Lessons from my Dogs


I recently flew to France, and will be going again in two short weeks. Flying over the fertile French countryside, I always marvel at the rows and squares of perfectly patterned and proportioned wheat or sugar beets, all planted just so or “comme ça,” in French parlance, whose literal meaning is “like that” but whose actual meaning signifies the proper way things should be, and have always been, done. Yet when I stand amidst a sugar beet patch, I have no awareness of its geometrical shape; the plants growing just seem beautiful, but random. And yet the pattern is there...when viewed from above. And herein lies the acceptance part: first seeing our patterns (as someone greater and wiser might see from above) then coming around to accept them as such, even when we’re in their midst and can’t see clearly.

At the wine stop where I do a couple weekly wine tastings, a friend reserved a table for a large party of ten. I therefore had to tell the folks who usually sat at that larger table to sit at a different one. To my surprise this caused not only upset (to sit at one table and not another) but also yelling with threats and accusations. I was too dumbfounded to play the role of dignified diplomat at which I’ve grown proficient over the years. I let my staff handle the outraged customer. So that when my friend arrived, I could corner her outside and say sorry, they got upset when we said they’d have to sit elsewhere.

Dear Rosie stared at me and replied, “With all that’s going on in Japan, they’re worried about... a table? Put me anywhere Kay. We don’t care. It’s just a table.” Relieved, I smiled and laughed and thanked her profusely. But she didn’t understand why. It was...just a table. Later after the tasting she told me about her mother who had lived to be close to one hundred. “And she was always happy,” Rosie (who always seems happy herself) explained to me. “Her secret? She said she just never got upset over anything small. She accepted life as it came to her. Happiness is a choice. It’s an attitude.”

Amen to that.

I love dignity and those who exhibit it under calamitous conditions. The Japanese have well exemplified this sense of calm under pressure. And not only calm, but a loving kindness toward helping each other...opposed to egocentric self interest. Accepting the situation, whatever it is, not fighting against it has much to do with dignity. For getting upset with “what is” rarely tends to change the situation and often adds more stress. One might as well act elegantly and with great dignity. In the words of Rosamond Lehmann, “Really, it should be drummed into one in youth, the importance of living so as to be able to face one’s memories when old.”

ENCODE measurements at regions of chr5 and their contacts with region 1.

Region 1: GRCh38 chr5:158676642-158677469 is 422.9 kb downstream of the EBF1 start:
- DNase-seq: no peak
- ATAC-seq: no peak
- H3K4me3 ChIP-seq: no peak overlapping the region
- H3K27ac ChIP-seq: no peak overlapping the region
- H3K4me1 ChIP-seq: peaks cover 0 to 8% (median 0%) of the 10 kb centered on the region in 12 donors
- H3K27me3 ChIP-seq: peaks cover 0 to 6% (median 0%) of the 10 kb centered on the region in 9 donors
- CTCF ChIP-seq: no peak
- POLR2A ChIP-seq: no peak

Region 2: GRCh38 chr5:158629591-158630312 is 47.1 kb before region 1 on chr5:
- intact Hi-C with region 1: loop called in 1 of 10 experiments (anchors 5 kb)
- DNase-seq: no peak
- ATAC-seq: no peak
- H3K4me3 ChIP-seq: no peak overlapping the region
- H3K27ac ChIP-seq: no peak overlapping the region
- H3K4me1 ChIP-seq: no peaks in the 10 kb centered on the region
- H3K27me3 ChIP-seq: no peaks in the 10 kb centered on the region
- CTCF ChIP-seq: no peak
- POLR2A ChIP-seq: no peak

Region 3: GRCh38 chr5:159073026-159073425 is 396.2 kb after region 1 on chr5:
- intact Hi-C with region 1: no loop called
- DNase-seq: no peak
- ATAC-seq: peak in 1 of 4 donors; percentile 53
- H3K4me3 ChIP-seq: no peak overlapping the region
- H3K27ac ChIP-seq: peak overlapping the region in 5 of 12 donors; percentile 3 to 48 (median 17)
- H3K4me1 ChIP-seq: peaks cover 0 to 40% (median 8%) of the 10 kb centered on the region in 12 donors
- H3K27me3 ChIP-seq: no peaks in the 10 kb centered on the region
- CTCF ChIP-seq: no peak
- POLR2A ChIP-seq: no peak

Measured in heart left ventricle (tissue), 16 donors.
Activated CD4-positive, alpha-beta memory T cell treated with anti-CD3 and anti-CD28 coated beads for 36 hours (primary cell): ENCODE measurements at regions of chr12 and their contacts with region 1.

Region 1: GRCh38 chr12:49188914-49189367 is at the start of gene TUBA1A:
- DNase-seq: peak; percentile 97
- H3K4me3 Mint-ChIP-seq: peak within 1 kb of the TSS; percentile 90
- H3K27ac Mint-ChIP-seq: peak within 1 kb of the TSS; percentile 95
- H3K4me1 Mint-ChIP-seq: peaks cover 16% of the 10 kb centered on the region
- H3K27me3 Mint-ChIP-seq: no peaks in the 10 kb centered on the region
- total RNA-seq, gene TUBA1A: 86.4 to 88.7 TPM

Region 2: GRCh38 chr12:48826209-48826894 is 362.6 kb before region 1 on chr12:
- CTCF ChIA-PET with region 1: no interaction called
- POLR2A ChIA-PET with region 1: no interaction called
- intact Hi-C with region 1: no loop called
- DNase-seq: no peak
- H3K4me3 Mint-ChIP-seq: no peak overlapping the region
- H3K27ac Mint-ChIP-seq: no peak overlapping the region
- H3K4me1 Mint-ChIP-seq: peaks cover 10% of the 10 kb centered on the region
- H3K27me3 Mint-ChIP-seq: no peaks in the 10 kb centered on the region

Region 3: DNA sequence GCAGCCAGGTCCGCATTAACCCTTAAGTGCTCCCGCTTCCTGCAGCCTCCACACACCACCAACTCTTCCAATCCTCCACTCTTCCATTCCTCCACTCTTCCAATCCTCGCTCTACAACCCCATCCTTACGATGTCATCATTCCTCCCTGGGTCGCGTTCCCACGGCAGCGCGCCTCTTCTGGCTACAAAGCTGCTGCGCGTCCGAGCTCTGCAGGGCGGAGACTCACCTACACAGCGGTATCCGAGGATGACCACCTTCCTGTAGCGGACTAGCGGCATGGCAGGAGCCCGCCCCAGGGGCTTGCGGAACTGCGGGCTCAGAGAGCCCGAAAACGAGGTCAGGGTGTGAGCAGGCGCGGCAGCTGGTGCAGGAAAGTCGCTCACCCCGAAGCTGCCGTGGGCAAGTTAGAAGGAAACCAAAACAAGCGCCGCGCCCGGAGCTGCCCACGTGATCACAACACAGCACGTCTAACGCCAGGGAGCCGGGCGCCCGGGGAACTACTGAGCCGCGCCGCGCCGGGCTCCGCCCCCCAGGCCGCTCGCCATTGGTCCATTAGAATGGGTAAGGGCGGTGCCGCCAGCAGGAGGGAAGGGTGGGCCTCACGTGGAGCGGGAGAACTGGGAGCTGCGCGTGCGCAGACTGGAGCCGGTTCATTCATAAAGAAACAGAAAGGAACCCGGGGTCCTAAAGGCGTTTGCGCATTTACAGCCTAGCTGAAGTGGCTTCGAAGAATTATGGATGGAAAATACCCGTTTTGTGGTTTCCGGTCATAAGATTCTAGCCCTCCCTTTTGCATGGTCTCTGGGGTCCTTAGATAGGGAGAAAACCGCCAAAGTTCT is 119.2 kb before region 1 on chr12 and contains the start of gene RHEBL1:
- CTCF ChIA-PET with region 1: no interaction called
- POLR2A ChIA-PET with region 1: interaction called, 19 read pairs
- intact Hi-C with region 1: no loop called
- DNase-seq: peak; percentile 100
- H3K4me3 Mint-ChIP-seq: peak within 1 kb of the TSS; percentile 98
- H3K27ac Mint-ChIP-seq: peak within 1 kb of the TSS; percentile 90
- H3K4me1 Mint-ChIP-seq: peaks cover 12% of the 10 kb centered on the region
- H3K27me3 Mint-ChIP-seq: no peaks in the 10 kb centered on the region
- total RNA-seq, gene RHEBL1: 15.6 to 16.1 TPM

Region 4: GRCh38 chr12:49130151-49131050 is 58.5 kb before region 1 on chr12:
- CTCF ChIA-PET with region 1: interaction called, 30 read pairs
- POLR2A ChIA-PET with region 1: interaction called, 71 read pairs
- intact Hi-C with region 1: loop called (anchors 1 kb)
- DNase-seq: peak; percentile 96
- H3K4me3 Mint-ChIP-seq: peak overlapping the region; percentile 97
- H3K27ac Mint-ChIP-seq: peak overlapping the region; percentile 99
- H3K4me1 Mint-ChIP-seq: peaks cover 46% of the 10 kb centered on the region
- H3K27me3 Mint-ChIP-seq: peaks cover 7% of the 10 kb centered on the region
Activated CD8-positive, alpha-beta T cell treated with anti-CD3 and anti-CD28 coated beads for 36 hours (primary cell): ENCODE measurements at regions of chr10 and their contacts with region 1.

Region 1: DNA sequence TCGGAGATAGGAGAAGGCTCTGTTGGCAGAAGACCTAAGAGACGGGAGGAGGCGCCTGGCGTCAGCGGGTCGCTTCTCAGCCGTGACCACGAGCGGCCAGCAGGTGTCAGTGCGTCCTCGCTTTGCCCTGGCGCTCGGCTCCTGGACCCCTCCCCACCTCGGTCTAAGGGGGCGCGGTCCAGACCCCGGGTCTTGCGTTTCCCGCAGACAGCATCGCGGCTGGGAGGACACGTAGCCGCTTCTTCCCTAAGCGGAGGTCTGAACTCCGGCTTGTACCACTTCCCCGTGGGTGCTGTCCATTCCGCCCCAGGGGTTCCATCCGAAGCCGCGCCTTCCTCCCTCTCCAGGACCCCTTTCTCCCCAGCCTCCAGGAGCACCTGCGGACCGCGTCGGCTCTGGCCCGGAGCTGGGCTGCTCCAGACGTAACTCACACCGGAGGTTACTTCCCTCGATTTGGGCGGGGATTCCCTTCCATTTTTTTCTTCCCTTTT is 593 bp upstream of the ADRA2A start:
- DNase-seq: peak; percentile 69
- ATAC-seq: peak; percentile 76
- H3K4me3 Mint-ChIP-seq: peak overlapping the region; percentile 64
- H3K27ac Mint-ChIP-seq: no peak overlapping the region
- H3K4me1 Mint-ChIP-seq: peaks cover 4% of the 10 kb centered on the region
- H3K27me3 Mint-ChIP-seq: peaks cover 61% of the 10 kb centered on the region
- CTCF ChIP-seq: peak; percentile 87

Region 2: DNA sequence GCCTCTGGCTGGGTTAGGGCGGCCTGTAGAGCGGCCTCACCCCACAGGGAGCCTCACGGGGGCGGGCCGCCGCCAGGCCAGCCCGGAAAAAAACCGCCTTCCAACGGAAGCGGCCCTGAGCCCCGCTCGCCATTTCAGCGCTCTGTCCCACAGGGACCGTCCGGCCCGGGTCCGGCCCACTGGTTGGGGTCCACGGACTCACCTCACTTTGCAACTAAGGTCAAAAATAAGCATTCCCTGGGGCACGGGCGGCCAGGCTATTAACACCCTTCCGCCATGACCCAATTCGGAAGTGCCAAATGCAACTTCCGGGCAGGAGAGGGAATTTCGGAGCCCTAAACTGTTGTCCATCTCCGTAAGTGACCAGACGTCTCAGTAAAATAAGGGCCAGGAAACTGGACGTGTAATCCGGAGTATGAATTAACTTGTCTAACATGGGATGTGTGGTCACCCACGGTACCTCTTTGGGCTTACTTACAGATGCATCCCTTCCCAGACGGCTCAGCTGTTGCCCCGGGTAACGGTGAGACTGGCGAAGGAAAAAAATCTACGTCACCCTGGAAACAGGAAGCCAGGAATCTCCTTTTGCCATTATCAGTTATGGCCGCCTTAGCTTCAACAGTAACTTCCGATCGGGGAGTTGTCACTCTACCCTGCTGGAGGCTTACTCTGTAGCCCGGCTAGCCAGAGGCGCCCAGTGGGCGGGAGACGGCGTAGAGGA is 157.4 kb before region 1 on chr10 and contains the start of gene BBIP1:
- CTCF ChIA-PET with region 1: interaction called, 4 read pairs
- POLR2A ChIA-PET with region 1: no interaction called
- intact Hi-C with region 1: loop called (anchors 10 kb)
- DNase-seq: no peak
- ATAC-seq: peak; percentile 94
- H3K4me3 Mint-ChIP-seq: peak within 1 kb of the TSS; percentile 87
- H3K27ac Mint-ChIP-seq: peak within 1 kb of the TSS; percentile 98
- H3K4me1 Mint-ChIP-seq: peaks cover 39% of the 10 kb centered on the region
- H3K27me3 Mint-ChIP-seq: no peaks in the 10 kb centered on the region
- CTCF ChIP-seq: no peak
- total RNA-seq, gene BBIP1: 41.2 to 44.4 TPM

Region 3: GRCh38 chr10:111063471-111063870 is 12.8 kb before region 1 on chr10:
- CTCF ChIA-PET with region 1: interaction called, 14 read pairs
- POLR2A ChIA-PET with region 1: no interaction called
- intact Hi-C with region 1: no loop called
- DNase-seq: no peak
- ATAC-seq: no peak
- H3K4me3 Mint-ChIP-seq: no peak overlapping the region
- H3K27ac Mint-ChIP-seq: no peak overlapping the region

And so I turn to these wise and gentle teachers with whom I live. Most days I feel I need nothing more than their quiet presences to keep me on course. If it rains outside, they accept the gray day and stay indoors, curled up in dog balls sleeping blissfully or playing endlessly with the Kongs I fill with treats and roll out for them. If the new puppies down the street jump all over them and bite their ears on walks, they accept the mauling, recognizing this is youth and a necessary stage of growth. When I bathe them or clip toenails or brush teeth, they accept without fighting against me, perhaps intuitively knowing that to do so will prolong the task. And when I call them out of a covert, or pull them away from a succulent scent, they reluctantly come, somehow understanding the

reward is a warm bed in which to sleep and cookies from heaven...and that this life they’ve been given is a trade off. They may not be loose as much as they’d wish, but their needs are taken care of, their comforts granted.

Perhaps the hardest part of all for my dogs is if I must go away...but again they accept, having learned that I’ll always return and our quiet lives will resume.

Accepting life as it is and not as we want it to be (if that is different from what is) may well be the greatest means to sustained happiness. As a Native American friend of mine once explained, “Kay, it’s not what we want, but what the universe wants...for the greater good of all.” To be one with life and to be at home in the world, “a citizen of the world,” in Margaret Fuller’s words, lays the fertile ground for quiet peace of mind. And maybe we can never see the grand plan...just as I can never see the precise boundaries of the sugar beet fields until I have that distanced perspective. But the boundaries are there, I know, and perhaps therein lies yet another lesson of acceptance. Trusting the unknown.

I love you Chance and Sasha, my friends and gentle teachers. Thanks for being the shining examples you in and day out.

Kay Pfaltz is a writer and animal activist. One hundred percent of profits from books are donated to animal welfare organizations.